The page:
- Your headache does not get better within 24 hours.
- Your headache wakes you up at night.
- Your headaches get worse or happen more often.
- You develop new symptoms.
- You have any problems with your medicine, or your medicine isn’t helping your headaches.
- You have new, different, or more frequent headaches.
- Your headaches occur after physical exercise, sexual activity, coughing, or sneezing.
- Your life is disrupted by your headaches .
How Is Menstrual Migraine Diagnosed
There are no tests available for menstrual migraine. The most accurate way to tell if you have menstrual migraine is to keep a diary for at least three months recording both your migraine attacks and the days you menstruate.
For menstrual migraine to be diagnosed migraine should occur predominately between two days before and up to three days into menstruation, in at least two out of three consecutive menstrual cycles.
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Are There Different Kinds Of Migraine
Yes, there are many forms of migraine. The two forms seen most often are migraine with aura and migraine without aura.
Migraine with aura . With a migraine with aura, a person might have these sensory symptoms 10 to 30 minutes before an attack:
- Seeing flashing lights, zigzag lines, or blind spots
- Numbness or tingling in the face or hands
- Disturbed sense of smell, taste, or touch
- Feeling mentally “fuzzy”
Only one in five people who get migraine experience an aura. Women have this form of migraine less often than men.
Migraine without aura . With this form of migraine, a person does not have an aura but has all the other features of an attack.
How Are Headaches Treated
Provided one of the serious conditions noted above is not present, relatively simple treatment options can be considered. To treat symptoms and prevent the frequency and severity of headaches, physicians may try to identify headache “triggers,” such as stress or certain foods, and recommend treatment options including:
- preventive medications and treatments.
- lifestyle changes, including stress management and relaxation techniques.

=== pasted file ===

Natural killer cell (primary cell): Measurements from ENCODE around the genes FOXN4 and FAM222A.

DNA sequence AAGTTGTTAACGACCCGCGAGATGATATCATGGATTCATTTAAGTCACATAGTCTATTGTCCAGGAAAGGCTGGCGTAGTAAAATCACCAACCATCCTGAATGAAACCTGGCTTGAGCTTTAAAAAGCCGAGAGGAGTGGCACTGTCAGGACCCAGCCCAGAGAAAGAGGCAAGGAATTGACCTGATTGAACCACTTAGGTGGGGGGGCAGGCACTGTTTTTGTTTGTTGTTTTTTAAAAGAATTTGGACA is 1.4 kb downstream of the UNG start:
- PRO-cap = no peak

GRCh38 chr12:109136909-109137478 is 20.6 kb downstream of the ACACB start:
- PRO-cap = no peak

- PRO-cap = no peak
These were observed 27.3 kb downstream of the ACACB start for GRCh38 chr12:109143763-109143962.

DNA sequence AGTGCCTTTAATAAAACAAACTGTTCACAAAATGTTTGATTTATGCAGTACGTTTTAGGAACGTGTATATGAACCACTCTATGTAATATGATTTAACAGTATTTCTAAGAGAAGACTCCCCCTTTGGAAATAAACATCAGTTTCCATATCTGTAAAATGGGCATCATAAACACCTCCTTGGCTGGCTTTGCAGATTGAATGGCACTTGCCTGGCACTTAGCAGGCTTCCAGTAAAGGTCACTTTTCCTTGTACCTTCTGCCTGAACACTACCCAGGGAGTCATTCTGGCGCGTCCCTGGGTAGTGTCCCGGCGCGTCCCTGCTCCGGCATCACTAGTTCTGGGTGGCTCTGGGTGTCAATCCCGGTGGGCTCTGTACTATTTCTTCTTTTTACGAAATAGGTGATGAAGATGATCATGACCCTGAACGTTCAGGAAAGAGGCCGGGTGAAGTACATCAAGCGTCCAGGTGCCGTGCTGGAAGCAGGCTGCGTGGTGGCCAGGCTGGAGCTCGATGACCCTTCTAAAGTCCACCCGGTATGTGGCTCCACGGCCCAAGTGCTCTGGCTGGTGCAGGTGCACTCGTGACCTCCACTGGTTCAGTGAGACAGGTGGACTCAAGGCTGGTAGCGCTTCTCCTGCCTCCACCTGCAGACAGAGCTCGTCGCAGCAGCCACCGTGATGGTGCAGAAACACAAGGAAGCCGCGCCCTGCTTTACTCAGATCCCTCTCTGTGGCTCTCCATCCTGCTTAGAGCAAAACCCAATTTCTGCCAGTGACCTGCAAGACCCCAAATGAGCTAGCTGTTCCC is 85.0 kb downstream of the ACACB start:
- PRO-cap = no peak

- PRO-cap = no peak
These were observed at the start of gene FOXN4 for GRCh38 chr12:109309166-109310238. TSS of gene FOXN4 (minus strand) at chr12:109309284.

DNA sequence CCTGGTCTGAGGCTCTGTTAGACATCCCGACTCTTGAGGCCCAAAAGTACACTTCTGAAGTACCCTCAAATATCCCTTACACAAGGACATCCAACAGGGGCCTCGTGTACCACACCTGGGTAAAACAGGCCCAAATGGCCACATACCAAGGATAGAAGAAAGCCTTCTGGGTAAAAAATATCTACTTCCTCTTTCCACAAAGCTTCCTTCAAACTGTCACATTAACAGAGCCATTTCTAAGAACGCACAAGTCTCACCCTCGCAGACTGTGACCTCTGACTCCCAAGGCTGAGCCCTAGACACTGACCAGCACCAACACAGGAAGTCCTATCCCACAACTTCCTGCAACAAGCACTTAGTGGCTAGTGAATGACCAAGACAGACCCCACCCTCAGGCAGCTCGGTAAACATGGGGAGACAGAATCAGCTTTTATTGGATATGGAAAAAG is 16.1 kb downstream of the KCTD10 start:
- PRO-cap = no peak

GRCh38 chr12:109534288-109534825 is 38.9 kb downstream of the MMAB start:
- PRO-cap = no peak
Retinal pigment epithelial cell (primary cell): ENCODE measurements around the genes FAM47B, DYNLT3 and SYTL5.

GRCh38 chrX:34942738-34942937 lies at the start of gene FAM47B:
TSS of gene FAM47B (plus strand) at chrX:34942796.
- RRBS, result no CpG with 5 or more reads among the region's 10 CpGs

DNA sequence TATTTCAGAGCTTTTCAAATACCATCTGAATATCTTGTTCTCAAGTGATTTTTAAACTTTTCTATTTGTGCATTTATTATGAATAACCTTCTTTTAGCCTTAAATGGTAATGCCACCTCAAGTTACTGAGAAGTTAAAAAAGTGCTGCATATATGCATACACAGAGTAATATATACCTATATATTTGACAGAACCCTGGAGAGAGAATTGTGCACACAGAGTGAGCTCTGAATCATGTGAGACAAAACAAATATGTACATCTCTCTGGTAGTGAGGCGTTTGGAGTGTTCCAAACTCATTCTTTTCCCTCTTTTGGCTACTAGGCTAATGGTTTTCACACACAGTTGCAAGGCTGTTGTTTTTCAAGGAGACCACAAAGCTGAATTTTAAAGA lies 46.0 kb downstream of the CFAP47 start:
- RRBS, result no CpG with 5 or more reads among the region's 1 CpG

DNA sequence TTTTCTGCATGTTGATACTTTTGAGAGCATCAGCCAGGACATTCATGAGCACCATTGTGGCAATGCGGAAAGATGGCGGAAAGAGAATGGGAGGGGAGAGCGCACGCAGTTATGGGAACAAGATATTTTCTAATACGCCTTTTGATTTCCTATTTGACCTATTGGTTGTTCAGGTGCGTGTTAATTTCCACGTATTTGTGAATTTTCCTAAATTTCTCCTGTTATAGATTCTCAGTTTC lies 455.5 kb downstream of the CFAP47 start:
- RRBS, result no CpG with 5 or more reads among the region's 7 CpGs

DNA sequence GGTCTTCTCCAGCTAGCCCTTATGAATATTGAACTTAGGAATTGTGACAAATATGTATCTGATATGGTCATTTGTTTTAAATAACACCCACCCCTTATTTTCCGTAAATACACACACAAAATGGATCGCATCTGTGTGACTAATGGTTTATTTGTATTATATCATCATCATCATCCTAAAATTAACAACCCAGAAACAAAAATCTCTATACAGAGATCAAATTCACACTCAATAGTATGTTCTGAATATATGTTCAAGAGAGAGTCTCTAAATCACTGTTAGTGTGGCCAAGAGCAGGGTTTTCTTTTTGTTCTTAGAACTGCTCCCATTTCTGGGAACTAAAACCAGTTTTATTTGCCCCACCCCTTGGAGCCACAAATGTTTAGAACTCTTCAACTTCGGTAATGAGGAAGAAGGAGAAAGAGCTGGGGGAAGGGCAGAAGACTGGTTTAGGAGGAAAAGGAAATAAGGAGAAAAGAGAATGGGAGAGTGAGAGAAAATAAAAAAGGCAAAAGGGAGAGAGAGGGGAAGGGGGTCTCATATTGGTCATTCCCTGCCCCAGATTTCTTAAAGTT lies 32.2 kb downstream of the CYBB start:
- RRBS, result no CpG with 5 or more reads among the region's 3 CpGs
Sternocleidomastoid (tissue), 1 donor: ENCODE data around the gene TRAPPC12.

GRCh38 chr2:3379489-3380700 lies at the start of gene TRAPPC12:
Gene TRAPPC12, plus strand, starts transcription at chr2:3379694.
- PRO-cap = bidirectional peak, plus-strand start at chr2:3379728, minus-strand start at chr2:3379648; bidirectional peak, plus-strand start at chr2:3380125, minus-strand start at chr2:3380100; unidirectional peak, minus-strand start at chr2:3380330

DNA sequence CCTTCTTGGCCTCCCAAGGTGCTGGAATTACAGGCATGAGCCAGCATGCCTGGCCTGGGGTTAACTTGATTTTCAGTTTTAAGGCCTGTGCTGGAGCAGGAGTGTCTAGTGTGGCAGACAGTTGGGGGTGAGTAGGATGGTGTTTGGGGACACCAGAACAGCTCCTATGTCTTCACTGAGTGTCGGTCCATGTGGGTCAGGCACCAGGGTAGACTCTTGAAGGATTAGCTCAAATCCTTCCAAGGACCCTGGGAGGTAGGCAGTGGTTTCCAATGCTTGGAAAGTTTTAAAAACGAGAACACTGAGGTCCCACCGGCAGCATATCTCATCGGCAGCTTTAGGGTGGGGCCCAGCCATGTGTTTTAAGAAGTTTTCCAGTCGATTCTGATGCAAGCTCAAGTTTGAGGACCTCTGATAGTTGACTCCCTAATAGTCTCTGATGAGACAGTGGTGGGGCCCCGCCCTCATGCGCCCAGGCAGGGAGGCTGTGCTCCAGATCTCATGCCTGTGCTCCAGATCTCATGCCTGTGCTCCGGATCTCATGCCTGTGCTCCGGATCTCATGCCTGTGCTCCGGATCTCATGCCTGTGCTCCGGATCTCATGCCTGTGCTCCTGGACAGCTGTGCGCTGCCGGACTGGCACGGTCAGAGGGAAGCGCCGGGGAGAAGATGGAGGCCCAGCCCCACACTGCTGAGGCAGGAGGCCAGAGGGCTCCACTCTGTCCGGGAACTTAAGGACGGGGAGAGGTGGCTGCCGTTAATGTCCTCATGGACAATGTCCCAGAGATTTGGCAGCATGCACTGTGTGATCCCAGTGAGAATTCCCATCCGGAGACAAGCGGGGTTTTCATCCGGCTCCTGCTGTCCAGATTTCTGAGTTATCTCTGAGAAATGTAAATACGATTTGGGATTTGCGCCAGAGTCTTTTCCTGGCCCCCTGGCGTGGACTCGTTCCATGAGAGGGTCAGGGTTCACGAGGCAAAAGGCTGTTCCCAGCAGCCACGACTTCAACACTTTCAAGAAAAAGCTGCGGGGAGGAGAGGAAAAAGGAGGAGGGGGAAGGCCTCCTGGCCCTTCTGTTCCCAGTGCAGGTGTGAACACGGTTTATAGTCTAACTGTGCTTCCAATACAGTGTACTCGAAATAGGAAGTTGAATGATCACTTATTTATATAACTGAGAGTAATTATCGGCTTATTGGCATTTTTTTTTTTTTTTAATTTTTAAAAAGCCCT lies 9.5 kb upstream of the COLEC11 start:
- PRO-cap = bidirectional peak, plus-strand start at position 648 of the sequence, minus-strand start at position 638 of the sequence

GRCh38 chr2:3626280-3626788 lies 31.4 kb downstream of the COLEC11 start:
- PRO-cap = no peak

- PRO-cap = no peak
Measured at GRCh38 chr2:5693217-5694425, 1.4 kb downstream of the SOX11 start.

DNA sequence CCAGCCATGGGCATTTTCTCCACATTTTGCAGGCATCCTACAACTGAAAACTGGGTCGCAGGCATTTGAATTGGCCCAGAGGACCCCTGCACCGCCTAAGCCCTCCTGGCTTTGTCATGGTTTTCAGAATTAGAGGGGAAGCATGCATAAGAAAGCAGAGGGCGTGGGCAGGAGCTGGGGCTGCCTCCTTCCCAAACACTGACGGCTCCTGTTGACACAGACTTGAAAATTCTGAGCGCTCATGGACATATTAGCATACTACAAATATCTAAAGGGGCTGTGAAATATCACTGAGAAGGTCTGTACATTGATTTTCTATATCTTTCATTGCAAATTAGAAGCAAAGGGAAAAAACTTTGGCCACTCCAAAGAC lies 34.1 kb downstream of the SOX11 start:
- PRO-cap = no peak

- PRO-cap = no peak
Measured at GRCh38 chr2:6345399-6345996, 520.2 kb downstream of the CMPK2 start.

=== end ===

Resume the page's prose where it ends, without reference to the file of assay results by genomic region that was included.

- pain-relieving medication, such as acetaminophen or ibuprofen. Children and adolescents should avoid taking aspirin. In rare cases, aspirin can cause Reye Syndrome, a serious and potentially fatal condition.
If your headache is the result of an underlying medical condition or injury, your physician will discuss treatment options with you.
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What Are The Stages Of A Migraine
The Migraine Research Foundation says that migraine is a neurological disease that affects 39 million people in the U.S. Migraines, which often begin in childhood, adolescence or early adulthood, can progress through four stages: prodrome, aura, attack and post-drome. Not everyone who has migraines goes through all stages.
How Do I Get The Highest Rating
As stated above, the highest schedular rating for migraines is 50%. However, this not the highest for a veteran who feels her migraines make her unemployable. Veterans who are unable to work due to migraines may be eligible for Individual Unemployability . IU requires specific evidence from a veteran to qualify for IU benefits. Even though VA doesnt provide a 100% schedular rating for migraines, a veteran could still get 100% through IU.
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Are Migraines A Disability
This disease is one of the 20 most disabling medical conditions globally and the 12th most disabling disorder in the United States. Over 90% of people with this ailment are unable to function correctly during a seizure. In spite of these statistics, the impact of the condition remains underestimated and overlooked for the following reasons: